And we prepare the for peer1.org1.example.com.

Now we can bring up the container

docker-compose -f docker/docker-compose-peer1org1.yaml up -d

After peer1.org1.example.com is running, we can check that at this moment peer1.org1.example.com has not joined mychannel yet.

Note: Our environment variable targets peer0.org1.example.com. To target it to peer1.org1.example.com, we include to our peer command.

# peer0.org1
peer channel list
# peer1.org1
CORE_PEER_ADDRESS=localhost:8051 peer channel list

Step 4: Join New Peer with Ledger Snapshot

We first take a snapshot in peer0.org1.example.com. Note here we specify , which means the snapshot is taken immediately after this command. You can schedule a snapshot on a future block. See documentation for more detail.

peer snapshot submitrequest -c mychannel -b 0 --peerAddress localhost:7051 --tlsRootCertFile ${PWD}/organizations/peerOrganizations/org1.example.com/peers/peer0.org1.example.com/tls/ca.crt

The result is placed in of peer0.org1.example.com. We see directory , which corresponds the block we have taken snapshot (block #6 as the blockchain height is 7).

Content of a snapshot

This directory is the ledger snapshot. We copy this directory to peer1.org1.example.com (or if you are using volume, you can map it correctly).

docker cp peer0.org1.example.com:/var/hyperledger/production/snapshots/completed/mychannel/6/ snapshotdocker cp snapshot/ peer1.org1.example.com:/opt/gopath/src/github.com/hyperledger/fabric/peer

Now we can join peer1.org1.example.com with this snapshot.

CORE_PEER_ADDRESS=localhost:8051 peer channel joinbysnapshot --snapshotpath /opt/gopath/src/github.com/hyperledger/fabric/peer/snapshot/

Now we can check if peer1.org1.example.com already joined mychannel, and check ledger information.

CORE_PEER_ADDRESS=localhost:8051 peer channel listCORE_PEER_ADDRESS=localhost:8051 peer channel getinfo -c mychannel

The blockchain information is identical to peer0.org1.example.com (see step 2). Besides, it also provides bootstrapping snapshot information.

Now peer1.org1.example.com is part of mychannel. We will start testing this peer.

Step 5: Testing Chaincode in New Peer

We first install the chaincode package to peer1.org1.example.com. This brings up the chaincode container for peer1.org1.example.com to handle chaincode operation.

CORE_PEER_ADDRESS=localhost:8051 peer lifecycle chaincode install mycc.tar.gz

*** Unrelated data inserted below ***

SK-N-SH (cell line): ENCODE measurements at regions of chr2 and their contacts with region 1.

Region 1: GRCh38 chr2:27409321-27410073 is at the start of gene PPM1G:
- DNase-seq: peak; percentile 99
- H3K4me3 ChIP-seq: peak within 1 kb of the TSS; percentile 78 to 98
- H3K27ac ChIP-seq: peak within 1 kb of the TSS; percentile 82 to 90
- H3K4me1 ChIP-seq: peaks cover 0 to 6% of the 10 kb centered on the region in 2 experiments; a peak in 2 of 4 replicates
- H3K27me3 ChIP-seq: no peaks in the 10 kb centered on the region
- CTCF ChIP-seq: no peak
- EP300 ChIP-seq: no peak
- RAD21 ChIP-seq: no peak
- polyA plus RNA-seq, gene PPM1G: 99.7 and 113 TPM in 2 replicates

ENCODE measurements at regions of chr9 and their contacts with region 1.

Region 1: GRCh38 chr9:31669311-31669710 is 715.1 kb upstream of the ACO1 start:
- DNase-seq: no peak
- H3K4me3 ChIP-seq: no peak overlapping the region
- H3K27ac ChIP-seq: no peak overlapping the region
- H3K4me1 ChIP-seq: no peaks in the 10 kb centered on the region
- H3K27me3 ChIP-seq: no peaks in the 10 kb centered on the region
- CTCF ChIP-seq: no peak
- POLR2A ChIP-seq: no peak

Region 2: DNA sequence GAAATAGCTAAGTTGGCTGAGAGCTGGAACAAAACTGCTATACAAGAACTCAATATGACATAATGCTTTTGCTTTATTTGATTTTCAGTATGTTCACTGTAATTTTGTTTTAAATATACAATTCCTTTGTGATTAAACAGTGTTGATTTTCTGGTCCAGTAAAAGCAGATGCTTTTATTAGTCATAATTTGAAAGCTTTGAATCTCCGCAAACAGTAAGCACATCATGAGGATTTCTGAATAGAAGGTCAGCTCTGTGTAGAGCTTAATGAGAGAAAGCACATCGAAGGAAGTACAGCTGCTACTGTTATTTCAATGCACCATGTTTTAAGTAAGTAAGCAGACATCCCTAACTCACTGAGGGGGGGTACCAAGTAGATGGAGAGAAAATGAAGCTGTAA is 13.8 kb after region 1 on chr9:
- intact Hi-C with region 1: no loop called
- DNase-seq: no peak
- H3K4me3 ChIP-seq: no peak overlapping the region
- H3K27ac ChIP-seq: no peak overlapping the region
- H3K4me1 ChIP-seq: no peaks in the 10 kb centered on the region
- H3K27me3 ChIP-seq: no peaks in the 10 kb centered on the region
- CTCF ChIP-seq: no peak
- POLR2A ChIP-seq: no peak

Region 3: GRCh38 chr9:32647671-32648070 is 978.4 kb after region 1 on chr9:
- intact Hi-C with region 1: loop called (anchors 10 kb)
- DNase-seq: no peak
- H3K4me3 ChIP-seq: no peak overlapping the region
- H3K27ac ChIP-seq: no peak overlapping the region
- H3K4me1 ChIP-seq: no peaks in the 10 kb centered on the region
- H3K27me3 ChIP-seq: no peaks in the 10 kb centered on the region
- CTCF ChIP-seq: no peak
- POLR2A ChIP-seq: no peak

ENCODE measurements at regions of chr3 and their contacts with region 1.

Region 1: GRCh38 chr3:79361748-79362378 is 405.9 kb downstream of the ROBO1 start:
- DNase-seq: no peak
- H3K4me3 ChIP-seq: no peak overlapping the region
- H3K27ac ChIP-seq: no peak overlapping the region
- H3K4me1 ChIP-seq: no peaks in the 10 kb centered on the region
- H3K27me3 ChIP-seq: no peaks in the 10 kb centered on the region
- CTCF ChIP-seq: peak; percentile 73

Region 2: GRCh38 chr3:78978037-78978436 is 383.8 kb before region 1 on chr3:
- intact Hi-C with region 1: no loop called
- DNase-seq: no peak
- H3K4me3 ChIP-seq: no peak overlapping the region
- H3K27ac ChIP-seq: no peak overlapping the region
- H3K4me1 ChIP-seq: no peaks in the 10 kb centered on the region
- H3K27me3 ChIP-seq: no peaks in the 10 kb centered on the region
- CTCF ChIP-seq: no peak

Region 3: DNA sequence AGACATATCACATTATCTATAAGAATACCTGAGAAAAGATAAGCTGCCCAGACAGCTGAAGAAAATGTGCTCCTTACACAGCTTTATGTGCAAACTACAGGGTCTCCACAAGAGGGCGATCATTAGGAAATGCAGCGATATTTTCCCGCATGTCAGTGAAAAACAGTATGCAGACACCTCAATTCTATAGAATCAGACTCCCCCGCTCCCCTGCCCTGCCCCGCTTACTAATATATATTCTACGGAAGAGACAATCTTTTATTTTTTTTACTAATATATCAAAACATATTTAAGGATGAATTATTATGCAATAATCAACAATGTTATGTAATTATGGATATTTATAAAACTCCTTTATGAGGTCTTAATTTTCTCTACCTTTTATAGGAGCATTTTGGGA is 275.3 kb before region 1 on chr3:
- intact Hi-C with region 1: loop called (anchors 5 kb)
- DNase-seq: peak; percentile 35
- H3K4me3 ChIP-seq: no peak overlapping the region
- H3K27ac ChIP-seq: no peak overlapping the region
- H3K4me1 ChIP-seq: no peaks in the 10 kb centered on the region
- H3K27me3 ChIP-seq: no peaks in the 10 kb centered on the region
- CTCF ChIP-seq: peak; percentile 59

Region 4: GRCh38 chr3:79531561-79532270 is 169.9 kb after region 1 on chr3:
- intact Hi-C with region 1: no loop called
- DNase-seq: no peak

After installation, we first query the chaincode.

CORE_PEER_ADDRESS=localhost:8051 peer chaincode query -C mychannel -n mycc -c '{"Args":["get","name"]}'

The state is correct.

Now we invoke chaincode function, with peer1.org1.example.com as endorser for org1.

peer chaincode invoke -o localhost:7050 --ordererTLSHostnameOverride orderer.example.com --tls true --cafile $ORDERER_CA -C mychannel -n mycc --peerAddresses localhost:8051 --tlsRootCertFiles ${PWD}/organizations/peerOrganizations/org1.example.com/peers/peer1.org1.example.com/tls/ca.crt --peerAddresses localhost:9051 --tlsRootCertFiles ${PWD}/organizations/peerOrganizations/org2.example.com/peers/peer0.org2.example.com/tls/ca.crt -c '{"Args":["set","name","Mary"]}'

The newly added peer1.org1.example.com (localhost:8051) can endorse our transaction proposal. Everything is working fine.

Step 6: Fetching Blocks

As we know, peer1.org1.example.com does not have those blocks before the snapshot. Here we can see the result.

Fetching block prior to snapshot (say #3)

In fact even the block #6 cannot be fetched.

And block #7, which is the block keeping transaction after peer1.org1.example.com came alive, is available.

Therefore, in peer1.org1.example.com, we can only fetch the blocks after the snapshot.

Step 7: Clean Up

To tear down the network

./network.sh down

And don’t forget to remove the volume of peer1.org1.example.com, which is not removed by the script.

docker volume prune

Summary

We have seen the new feature ledger snapshot in Fabric v2.3, and see how we can use the snapshot to bring up new peers joining a fabric network. Note the limitation shown in the documentation and see whether snapshot is something you can consider in future.

Visit http://www.ledgertech.biz/kcarticles.html for all my works. Reach me on https://www.linkedin.com/in/ktam1/ or follow me @kctheservant in Twitter.